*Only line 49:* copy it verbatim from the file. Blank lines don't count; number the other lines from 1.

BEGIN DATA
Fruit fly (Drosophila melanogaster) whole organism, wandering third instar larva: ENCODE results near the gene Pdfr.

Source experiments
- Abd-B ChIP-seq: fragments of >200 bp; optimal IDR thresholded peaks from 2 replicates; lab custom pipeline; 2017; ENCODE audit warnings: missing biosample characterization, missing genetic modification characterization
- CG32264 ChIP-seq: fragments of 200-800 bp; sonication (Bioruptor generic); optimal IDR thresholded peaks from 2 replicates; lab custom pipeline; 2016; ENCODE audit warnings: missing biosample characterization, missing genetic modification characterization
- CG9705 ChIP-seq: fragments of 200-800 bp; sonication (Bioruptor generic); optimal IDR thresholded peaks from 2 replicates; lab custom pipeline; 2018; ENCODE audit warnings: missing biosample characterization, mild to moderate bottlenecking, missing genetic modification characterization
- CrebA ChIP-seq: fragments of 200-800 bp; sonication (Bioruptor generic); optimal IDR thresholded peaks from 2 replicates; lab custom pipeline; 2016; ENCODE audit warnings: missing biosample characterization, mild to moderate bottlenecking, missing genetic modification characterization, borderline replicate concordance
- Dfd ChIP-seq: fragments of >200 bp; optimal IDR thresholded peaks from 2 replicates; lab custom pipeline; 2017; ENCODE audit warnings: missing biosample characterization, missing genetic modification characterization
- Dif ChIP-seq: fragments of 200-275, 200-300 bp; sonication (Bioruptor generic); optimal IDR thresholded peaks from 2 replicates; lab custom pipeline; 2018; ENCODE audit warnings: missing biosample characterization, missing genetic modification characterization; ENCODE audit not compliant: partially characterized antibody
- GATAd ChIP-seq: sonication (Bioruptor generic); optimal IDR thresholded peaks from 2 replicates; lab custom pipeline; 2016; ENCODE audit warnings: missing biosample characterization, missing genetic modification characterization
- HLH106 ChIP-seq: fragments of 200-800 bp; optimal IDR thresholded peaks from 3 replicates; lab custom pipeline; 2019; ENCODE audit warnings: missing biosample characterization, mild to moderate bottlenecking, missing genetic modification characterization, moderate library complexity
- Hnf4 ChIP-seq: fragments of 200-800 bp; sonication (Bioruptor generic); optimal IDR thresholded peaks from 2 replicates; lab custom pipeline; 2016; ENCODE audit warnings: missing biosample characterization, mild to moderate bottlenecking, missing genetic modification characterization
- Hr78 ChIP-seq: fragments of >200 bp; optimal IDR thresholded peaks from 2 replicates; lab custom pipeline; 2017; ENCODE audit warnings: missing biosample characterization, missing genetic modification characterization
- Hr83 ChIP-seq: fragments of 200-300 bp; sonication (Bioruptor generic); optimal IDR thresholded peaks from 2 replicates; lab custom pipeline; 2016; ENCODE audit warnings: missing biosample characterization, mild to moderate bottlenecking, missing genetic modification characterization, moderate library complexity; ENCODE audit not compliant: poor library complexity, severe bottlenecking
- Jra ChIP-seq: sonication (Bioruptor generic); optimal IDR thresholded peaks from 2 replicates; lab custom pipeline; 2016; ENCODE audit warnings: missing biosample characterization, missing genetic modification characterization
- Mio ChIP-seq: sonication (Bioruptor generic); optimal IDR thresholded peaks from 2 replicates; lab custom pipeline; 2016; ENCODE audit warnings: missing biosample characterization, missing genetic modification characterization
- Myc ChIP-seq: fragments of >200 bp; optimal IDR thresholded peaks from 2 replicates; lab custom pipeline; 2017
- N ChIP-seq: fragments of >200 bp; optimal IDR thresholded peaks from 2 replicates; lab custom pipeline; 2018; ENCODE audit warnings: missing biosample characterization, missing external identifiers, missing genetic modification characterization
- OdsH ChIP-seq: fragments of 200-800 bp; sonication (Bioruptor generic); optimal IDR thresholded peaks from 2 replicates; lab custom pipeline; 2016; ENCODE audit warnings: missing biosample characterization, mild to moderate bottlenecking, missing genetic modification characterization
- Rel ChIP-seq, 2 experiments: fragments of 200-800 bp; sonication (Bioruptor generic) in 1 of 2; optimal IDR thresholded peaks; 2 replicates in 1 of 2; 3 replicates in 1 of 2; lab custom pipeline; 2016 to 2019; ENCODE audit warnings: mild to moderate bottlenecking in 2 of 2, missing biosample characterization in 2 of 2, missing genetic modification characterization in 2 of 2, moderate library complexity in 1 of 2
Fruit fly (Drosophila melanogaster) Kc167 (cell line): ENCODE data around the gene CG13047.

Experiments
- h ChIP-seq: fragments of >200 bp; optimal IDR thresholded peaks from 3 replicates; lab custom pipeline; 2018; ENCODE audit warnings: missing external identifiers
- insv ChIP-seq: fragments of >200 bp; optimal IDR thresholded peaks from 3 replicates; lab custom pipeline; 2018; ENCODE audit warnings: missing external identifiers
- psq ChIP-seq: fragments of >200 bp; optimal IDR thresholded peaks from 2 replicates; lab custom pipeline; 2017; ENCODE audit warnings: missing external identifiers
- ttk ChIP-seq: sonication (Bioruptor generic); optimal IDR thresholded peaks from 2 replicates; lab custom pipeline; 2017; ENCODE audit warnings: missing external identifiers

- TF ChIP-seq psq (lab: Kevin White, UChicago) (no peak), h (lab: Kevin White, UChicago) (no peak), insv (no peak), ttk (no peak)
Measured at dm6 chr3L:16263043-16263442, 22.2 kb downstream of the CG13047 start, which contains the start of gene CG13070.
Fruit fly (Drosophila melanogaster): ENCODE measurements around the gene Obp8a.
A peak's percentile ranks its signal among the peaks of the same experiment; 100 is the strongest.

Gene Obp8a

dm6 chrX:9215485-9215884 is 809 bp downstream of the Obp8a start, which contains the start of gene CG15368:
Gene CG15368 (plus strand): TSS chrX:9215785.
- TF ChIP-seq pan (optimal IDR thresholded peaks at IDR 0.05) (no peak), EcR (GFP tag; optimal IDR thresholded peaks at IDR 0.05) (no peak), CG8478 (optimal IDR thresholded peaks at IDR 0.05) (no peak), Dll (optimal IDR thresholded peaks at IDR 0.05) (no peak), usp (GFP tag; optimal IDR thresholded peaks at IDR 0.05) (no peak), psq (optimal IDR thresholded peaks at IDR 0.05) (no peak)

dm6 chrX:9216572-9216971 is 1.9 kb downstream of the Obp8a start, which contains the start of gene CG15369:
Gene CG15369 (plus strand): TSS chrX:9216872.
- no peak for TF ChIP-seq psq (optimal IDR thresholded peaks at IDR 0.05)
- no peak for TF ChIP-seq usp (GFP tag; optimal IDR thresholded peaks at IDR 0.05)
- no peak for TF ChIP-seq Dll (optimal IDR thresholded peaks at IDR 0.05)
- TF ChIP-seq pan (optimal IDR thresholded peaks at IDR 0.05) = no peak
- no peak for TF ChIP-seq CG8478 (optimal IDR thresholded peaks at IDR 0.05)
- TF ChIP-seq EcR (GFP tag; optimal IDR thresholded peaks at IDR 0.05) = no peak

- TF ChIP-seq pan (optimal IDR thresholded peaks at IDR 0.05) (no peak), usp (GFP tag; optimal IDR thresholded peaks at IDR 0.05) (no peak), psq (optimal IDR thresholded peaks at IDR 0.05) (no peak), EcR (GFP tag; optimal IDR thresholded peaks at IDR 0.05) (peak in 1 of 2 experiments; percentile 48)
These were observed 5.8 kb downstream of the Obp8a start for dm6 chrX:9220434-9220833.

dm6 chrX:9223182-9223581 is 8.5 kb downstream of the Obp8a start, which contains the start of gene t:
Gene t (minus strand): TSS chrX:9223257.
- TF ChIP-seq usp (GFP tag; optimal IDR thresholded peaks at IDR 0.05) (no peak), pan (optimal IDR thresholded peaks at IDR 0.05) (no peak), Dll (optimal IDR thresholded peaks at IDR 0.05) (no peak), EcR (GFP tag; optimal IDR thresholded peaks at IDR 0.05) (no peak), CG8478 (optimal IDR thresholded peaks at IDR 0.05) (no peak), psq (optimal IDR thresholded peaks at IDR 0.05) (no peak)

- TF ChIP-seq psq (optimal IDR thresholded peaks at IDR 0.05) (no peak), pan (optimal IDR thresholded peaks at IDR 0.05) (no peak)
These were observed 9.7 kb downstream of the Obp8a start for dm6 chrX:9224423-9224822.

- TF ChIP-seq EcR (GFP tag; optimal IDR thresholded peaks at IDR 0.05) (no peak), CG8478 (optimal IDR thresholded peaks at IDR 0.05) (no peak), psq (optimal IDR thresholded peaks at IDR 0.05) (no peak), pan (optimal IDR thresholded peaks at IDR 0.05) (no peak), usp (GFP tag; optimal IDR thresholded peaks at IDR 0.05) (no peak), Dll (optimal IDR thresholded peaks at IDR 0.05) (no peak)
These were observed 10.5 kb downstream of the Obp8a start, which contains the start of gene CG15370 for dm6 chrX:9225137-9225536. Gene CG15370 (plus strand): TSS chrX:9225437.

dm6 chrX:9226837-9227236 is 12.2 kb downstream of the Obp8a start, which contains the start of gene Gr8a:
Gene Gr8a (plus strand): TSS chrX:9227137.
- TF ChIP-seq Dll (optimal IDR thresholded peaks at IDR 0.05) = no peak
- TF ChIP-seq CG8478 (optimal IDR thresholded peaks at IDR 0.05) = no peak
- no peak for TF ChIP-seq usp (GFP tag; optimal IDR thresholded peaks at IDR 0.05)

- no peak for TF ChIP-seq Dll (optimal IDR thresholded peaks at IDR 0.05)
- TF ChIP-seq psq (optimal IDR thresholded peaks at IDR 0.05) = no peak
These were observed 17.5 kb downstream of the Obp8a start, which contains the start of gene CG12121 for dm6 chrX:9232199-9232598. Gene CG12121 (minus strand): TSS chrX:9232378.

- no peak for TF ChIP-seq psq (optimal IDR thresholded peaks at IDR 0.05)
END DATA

- TF ChIP-seq EcR (GFP tag; optimal IDR thresholded peaks at IDR 0.05) (no peak), CG8478 (optimal IDR thresholded peaks at IDR 0.05) (no peak), psq (optimal IDR thresholded peaks at IDR 0.05) (no peak), pan (optimal IDR thresholded peaks at IDR 0.05) (no peak), usp (GFP tag; optimal IDR thresholded peaks at IDR 0.05) (no peak), Dll (optimal IDR thresholded peaks at IDR 0.05) (no peak)